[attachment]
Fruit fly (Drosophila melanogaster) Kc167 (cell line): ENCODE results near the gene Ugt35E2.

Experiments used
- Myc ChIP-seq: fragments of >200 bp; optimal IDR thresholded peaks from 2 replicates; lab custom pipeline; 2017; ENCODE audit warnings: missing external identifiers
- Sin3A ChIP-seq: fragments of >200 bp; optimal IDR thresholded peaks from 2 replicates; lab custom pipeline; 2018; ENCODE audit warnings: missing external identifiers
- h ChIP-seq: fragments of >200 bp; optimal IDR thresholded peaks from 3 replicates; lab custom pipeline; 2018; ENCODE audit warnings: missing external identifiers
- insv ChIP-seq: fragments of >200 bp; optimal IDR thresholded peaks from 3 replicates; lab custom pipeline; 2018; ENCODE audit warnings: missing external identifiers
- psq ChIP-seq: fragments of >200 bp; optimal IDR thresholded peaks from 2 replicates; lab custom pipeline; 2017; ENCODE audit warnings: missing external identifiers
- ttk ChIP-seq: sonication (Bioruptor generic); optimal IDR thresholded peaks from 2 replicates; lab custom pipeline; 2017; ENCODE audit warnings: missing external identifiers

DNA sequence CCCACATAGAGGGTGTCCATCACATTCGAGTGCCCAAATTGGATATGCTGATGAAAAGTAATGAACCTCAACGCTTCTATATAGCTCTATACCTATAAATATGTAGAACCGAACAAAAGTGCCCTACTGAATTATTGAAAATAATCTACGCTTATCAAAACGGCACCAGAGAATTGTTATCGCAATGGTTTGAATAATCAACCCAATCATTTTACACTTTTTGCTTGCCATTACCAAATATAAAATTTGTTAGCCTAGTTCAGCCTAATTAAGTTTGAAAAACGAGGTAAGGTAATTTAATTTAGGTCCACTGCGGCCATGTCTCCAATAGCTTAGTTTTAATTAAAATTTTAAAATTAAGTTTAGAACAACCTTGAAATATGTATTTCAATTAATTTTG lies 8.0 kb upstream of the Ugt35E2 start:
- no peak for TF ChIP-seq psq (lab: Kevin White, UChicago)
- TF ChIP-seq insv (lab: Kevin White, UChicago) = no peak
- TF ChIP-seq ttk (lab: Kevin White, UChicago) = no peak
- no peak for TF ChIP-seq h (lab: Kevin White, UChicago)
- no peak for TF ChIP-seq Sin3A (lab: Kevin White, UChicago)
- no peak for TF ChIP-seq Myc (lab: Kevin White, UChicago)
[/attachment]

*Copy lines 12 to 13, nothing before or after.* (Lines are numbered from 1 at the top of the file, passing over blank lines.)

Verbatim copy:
- TF ChIP-seq ttk (lab: Kevin White, UChicago) = no peak
- no peak for TF ChIP-seq h (lab: Kevin White, UChicago)